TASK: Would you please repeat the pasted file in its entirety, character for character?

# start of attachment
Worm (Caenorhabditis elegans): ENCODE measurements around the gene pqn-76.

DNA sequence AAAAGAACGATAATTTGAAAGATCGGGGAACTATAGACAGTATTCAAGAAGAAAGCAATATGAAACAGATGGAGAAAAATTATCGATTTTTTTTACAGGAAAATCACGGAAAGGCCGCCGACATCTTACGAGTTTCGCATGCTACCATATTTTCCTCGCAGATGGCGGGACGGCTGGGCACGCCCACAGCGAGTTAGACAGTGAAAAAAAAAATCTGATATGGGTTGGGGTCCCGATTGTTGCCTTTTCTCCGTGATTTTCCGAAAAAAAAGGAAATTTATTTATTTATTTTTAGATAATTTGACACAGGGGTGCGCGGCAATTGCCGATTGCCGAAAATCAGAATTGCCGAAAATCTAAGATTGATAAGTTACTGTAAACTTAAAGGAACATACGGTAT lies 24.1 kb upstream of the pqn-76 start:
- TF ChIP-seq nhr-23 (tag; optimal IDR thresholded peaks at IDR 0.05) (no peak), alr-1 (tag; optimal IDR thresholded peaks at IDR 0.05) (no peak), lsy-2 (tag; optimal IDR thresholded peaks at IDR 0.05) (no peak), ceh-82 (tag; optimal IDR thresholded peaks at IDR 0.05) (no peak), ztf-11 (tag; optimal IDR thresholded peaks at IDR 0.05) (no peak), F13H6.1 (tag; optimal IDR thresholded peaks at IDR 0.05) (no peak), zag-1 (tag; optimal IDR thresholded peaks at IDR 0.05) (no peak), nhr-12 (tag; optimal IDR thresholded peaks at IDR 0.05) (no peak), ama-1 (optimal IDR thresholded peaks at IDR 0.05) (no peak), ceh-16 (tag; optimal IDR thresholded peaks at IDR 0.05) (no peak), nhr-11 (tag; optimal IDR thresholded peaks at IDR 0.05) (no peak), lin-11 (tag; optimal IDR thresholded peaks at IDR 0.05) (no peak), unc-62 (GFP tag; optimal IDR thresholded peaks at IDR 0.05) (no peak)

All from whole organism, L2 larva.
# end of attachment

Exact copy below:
Worm (Caenorhabditis elegans): ENCODE measurements around the gene pqn-76.

DNA sequence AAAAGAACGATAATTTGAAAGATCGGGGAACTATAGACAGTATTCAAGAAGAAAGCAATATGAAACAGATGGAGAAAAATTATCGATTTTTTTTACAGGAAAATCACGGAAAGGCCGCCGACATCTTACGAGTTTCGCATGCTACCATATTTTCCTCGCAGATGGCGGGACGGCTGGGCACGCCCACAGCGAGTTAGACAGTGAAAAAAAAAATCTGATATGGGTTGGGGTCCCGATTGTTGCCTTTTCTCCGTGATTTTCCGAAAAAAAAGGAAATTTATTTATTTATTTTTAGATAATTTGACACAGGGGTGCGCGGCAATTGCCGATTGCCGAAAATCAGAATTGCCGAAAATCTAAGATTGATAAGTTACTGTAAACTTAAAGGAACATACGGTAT lies 24.1 kb upstream of the pqn-76 start:
- TF ChIP-seq nhr-23 (tag; optimal IDR thresholded peaks at IDR 0.05) (no peak), alr-1 (tag; optimal IDR thresholded peaks at IDR 0.05) (no peak), lsy-2 (tag; optimal IDR thresholded peaks at IDR 0.05) (no peak), ceh-82 (tag; optimal IDR thresholded peaks at IDR 0.05) (no peak), ztf-11 (tag; optimal IDR thresholded peaks at IDR 0.05) (no peak), F13H6.1 (tag; optimal IDR thresholded peaks at IDR 0.05) (no peak), zag-1 (tag; optimal IDR thresholded peaks at IDR 0.05) (no peak), nhr-12 (tag; optimal IDR thresholded peaks at IDR 0.05) (no peak), ama-1 (optimal IDR thresholded peaks at IDR 0.05) (no peak), ceh-16 (tag; optimal IDR thresholded peaks at IDR 0.05) (no peak), nhr-11 (tag; optimal IDR thresholded peaks at IDR 0.05) (no peak), lin-11 (tag; optimal IDR thresholded peaks at IDR 0.05) (no peak), unc-62 (GFP tag; optimal IDR thresholded peaks at IDR 0.05) (no peak)

All from whole organism, L2 larva.